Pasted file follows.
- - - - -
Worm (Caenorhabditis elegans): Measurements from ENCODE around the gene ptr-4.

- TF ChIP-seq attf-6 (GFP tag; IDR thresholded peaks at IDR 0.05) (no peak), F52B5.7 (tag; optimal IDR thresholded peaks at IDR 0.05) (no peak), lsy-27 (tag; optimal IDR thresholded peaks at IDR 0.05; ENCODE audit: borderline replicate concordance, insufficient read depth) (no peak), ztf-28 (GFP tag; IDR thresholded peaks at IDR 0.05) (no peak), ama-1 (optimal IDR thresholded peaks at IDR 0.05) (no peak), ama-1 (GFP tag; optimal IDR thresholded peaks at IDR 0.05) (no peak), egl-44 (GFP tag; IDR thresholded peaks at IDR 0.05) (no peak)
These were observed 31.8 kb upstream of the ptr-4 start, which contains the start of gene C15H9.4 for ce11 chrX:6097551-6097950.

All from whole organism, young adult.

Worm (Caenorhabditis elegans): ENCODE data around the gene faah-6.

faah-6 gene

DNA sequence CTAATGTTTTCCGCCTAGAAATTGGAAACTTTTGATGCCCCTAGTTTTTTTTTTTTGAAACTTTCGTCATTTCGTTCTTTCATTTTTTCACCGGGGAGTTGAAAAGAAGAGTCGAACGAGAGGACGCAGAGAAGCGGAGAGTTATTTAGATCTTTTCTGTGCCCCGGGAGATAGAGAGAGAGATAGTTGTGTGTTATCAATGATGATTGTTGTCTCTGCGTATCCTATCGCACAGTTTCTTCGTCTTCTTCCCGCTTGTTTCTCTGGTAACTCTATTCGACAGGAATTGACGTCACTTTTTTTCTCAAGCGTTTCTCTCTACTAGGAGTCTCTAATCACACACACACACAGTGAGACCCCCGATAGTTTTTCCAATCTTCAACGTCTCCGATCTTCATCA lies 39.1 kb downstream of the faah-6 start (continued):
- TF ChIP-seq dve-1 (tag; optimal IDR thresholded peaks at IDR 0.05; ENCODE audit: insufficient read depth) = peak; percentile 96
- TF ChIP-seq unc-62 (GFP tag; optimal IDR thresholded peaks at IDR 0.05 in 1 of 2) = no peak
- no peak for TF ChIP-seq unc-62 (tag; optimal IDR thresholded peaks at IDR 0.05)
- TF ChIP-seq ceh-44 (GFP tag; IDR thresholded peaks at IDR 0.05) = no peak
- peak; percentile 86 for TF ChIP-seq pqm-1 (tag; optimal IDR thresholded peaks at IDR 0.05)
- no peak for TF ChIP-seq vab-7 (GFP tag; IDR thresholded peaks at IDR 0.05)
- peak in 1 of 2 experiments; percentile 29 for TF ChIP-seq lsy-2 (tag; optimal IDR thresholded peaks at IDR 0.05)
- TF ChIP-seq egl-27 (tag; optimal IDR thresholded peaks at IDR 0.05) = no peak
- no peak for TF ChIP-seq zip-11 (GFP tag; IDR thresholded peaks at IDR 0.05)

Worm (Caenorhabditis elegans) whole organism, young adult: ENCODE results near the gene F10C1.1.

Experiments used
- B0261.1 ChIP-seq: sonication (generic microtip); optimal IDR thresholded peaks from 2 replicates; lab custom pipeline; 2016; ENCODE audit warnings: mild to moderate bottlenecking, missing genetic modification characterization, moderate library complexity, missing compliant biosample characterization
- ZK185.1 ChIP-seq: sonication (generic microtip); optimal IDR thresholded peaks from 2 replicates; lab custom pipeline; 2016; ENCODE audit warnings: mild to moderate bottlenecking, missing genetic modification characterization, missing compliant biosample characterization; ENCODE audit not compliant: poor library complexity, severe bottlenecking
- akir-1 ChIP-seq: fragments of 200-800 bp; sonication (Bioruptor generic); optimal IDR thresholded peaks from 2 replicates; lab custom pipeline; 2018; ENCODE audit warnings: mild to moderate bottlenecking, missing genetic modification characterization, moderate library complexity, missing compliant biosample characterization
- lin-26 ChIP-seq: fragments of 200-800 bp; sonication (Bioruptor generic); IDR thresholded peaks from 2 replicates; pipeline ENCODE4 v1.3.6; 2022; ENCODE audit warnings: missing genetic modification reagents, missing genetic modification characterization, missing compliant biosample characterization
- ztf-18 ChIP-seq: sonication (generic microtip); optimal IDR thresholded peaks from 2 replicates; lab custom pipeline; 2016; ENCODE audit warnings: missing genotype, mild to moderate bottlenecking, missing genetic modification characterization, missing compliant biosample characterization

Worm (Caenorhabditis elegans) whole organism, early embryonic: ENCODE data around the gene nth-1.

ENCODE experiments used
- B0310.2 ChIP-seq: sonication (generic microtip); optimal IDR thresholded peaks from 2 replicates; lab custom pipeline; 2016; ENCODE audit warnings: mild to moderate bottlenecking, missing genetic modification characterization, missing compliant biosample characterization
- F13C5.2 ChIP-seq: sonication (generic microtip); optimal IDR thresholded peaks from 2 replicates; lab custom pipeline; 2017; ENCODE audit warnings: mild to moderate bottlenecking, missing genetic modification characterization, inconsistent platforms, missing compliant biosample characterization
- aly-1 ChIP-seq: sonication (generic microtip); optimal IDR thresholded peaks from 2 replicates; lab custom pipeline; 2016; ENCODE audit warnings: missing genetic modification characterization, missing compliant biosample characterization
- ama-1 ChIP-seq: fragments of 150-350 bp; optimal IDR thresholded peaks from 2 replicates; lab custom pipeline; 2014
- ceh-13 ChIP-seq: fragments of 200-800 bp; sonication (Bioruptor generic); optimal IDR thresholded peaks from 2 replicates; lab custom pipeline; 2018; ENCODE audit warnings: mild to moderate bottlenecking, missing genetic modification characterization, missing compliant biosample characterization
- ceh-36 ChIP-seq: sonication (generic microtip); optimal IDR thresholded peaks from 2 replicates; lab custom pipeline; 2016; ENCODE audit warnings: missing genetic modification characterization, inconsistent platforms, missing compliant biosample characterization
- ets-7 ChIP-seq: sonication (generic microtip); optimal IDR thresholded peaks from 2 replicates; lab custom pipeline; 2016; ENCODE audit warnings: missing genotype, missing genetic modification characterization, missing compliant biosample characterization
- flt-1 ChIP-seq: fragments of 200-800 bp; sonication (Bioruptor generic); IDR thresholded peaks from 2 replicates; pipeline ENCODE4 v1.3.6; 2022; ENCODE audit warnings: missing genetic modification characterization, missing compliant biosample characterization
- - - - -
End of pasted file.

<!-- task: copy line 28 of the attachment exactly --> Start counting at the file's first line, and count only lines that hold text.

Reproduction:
- aly-1 ChIP-seq: sonication (generic microtip); optimal IDR thresholded peaks from 2 replicates; lab custom pipeline; 2016; ENCODE audit warnings: missing genetic modification characterization, missing compliant biosample characterization